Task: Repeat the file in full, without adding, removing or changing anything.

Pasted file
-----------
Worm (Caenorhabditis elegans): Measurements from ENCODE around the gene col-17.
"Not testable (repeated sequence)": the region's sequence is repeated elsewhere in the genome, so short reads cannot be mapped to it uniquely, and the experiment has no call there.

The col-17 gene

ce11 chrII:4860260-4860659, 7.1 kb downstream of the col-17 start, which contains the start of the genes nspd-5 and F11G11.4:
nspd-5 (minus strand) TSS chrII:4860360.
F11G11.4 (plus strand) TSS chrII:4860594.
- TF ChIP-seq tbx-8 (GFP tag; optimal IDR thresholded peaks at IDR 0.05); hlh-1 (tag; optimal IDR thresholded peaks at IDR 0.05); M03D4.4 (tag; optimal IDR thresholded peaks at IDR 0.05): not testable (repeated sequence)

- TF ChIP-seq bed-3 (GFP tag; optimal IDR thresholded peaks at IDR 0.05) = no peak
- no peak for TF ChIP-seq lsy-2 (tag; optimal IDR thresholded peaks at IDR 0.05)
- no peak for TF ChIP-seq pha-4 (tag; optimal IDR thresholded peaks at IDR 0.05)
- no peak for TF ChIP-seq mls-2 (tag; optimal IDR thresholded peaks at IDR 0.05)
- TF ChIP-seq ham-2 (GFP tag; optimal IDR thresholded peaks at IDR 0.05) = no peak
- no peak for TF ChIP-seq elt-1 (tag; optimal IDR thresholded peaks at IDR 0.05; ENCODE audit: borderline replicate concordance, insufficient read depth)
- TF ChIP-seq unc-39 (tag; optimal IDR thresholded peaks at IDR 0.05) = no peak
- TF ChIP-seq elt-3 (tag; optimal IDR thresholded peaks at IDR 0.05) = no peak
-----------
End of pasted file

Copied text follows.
Worm (Caenorhabditis elegans): Measurements from ENCODE around the gene col-17.
"Not testable (repeated sequence)": the region's sequence is repeated elsewhere in the genome, so short reads cannot be mapped to it uniquely, and the experiment has no call there.

The col-17 gene

ce11 chrII:4860260-4860659, 7.1 kb downstream of the col-17 start, which contains the start of the genes nspd-5 and F11G11.4:
nspd-5 (minus strand) TSS chrII:4860360.
F11G11.4 (plus strand) TSS chrII:4860594.
- TF ChIP-seq tbx-8 (GFP tag; optimal IDR thresholded peaks at IDR 0.05); hlh-1 (tag; optimal IDR thresholded peaks at IDR 0.05); M03D4.4 (tag; optimal IDR thresholded peaks at IDR 0.05): not testable (repeated sequence)

- TF ChIP-seq bed-3 (GFP tag; optimal IDR thresholded peaks at IDR 0.05) = no peak
- no peak for TF ChIP-seq lsy-2 (tag; optimal IDR thresholded peaks at IDR 0.05)
- no peak for TF ChIP-seq pha-4 (tag; optimal IDR thresholded peaks at IDR 0.05)
- no peak for TF ChIP-seq mls-2 (tag; optimal IDR thresholded peaks at IDR 0.05)
- TF ChIP-seq ham-2 (GFP tag; optimal IDR thresholded peaks at IDR 0.05) = no peak
- no peak for TF ChIP-seq elt-1 (tag; optimal IDR thresholded peaks at IDR 0.05; ENCODE audit: borderline replicate concordance, insufficient read depth)
- TF ChIP-seq unc-39 (tag; optimal IDR thresholded peaks at IDR 0.05) = no peak
- TF ChIP-seq elt-3 (tag; optimal IDR thresholded peaks at IDR 0.05) = no peak